Blue Ridge Woman in Agriculture profiles women who work in agriculture throughout Western North Carolina, including farmers, homesteaders and activists. BRWIA seeks to spotlight women who exemplify the multitude of ways women are working to connect with and change our food system.
Amy Galloway is an associate professor of Developmental Psychology at Appalachian State University and studies the eating habits of young children. Amy joined BRWIA’s board in 2007 in hopes of finding a fulfilling way to give back to the local community and has served as the board president for the past four years. Amy currently lives on a small farm with her husband and 3-year-old daughter where they raise chickens and sheep along with a garden for growing fresh beans and vegetables. This past fall she received the well deserved ‘Woman in Agriculture’ award at the 58th Farm City Banquet. We sat down with Amy at her home to talk about her relationship with agriculture and BRWIA:
We live on four acres, one acre has the house, one has the flat garden area and then we have a two-acre hill. When we moved in we were more excited about the property than the house because it’s perfect for having a garden, and I had always wanted to keep goats or sheep. We always knew we would have animals up on the hill one day even though there was no fence when we moved in. We eventually got sheep a few years after we settled in and we use them mainly for pasture maintenance and fiber, no meat production yet. We grow lots of fava beans, garlic, snow peas and flowers. We raise chickens mostly for the eggs, but we processed our first chicken recently, so that may be something we continue to do. At this point we’re really just doing it for ourselves, but eventually we may start growing things to sell. The hill behind our house used to be an orchard, so we’ve been slowly accumulating fruit trees with the intent of restoring that area to its former glory. I’m sure that when the trees start producing we’ll have more fruit than we could ever eat ourselves.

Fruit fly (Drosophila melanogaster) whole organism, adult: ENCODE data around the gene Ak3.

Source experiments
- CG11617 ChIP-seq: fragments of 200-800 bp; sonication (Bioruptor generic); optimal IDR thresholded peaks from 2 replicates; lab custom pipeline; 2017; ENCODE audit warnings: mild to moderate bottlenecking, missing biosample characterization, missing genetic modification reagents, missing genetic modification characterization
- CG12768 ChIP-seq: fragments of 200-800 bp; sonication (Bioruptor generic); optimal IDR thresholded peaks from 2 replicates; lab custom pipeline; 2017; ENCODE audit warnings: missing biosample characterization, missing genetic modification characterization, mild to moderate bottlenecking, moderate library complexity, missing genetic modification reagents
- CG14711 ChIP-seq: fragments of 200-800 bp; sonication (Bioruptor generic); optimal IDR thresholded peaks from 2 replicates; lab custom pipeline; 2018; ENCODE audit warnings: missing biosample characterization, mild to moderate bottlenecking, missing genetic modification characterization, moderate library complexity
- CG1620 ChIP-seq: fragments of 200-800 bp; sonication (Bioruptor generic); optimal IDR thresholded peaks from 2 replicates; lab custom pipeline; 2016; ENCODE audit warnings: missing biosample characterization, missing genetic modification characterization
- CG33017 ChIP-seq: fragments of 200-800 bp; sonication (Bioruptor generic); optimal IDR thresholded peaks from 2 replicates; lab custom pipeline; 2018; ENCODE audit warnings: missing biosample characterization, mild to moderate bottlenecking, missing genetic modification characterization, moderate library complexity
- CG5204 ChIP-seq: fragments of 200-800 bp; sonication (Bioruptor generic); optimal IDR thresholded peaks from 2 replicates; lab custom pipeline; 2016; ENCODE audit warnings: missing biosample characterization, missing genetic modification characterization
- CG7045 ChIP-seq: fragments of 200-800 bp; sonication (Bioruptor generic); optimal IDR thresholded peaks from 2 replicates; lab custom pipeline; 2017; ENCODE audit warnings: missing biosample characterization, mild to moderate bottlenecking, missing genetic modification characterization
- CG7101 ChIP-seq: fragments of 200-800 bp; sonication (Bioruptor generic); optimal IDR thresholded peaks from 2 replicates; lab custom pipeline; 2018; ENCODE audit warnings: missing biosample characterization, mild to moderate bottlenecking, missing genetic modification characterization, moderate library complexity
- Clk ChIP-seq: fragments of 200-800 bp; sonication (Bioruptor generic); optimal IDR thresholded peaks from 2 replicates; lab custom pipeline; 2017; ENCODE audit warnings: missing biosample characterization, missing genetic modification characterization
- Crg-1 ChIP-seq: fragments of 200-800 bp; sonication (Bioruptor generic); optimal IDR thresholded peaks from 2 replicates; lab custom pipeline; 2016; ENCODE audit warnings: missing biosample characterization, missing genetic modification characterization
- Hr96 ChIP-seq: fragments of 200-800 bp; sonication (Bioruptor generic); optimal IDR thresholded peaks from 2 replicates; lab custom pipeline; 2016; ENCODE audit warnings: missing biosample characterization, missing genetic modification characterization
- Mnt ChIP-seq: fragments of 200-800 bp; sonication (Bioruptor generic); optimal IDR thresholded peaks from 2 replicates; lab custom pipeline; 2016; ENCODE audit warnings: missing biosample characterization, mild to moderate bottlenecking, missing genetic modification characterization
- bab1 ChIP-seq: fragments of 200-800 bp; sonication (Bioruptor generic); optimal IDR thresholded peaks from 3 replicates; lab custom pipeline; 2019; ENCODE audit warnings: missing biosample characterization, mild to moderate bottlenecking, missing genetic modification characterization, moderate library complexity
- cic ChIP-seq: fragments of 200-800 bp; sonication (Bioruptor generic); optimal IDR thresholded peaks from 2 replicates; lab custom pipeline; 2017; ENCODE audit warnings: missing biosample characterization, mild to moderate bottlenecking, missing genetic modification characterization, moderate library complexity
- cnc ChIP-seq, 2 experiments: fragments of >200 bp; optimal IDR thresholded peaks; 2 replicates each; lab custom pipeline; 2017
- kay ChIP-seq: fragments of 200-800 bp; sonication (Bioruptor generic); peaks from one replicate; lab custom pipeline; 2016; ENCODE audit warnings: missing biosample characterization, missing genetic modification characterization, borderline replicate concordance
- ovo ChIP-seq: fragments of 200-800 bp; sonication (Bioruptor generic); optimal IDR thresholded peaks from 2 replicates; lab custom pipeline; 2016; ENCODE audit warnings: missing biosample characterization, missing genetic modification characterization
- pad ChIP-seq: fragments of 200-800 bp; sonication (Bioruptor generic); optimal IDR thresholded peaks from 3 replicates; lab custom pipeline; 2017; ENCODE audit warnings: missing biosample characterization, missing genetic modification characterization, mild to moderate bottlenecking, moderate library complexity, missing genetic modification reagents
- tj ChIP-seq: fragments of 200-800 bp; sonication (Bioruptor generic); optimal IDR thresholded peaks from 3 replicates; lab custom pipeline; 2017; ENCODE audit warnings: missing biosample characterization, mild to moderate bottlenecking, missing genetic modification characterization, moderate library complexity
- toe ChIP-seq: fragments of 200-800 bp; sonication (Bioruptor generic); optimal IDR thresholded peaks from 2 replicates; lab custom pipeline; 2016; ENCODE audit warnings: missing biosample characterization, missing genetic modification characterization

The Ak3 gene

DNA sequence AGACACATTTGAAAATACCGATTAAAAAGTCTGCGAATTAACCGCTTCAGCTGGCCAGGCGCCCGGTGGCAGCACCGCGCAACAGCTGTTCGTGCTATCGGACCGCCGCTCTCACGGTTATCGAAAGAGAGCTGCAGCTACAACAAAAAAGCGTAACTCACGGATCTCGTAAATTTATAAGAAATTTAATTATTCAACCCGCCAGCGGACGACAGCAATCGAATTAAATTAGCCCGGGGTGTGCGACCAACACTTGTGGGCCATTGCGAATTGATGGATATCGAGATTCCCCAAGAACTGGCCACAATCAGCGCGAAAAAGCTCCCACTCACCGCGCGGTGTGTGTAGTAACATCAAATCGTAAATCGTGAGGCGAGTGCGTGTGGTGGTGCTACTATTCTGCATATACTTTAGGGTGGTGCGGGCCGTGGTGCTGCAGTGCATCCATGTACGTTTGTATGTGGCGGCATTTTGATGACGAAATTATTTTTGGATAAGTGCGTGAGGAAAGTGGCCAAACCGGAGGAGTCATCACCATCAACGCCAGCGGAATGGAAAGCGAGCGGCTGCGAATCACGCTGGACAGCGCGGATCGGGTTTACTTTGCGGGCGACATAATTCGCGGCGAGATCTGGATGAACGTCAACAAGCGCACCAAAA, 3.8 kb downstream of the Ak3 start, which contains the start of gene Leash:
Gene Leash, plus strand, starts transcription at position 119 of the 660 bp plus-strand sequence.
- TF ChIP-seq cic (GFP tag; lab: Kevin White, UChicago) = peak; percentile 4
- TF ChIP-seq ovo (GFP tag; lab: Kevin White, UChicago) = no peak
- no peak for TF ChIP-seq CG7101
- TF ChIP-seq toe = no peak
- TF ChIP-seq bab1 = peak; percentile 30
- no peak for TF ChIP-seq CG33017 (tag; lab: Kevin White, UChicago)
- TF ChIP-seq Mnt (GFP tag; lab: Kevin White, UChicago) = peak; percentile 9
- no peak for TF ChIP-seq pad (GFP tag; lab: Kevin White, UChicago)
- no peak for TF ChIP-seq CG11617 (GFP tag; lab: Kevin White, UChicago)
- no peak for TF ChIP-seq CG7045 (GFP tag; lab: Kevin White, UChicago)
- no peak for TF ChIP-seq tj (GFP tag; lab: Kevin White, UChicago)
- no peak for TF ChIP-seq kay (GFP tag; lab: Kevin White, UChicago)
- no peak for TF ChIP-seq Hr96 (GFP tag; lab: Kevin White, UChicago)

What is your background? Have you always been in a food or an agriculture-related profession?
I’ve always been interested in animals, and I studied animal behavior in graduate school. A dear aunt of mine introduced me to gardening as a youngster and I’ve been hooked ever since. Although I’m only a few generations removed from full-time farming, I don’t have any farming experience myself. It seems like a leap for me to ever consider doing it professionally. I love the aesthetic qualities of growing food as much as the practical aspects of it.
What do you see as some of the biggest challenges to your ideal ‘picture of agriculture’ in this area?
Without a doubt, I think land development is the No. 1 obstacle for new farmers. The price of land in this region is high because of the tourist industry, so it’s not feasible for a cash-strapped new farmer to make a profit with a high mortgage to pay. The unique topography of our hilly area is also a challenge and partially responsible for the high number of small family farms in the area.
Why do you think women are the fastest growing demographic of small farmers?
Well, I think the proportion of women and men is becoming more balanced in many professions now, so it makes sense that we see the same trend in farming. A common topic that is discussed among our board members is the notion of “civic agriculture” and how many women seem to be drawn to agriculture with the hope of fulfilling a meaningful role in the community. Also, I think that for some women, growing food fulfills a maternal desire to provide sustenance to their family or to their community. Lastly, on a practical note, the flexibility and autonomy that farming offers could be appealing to some women.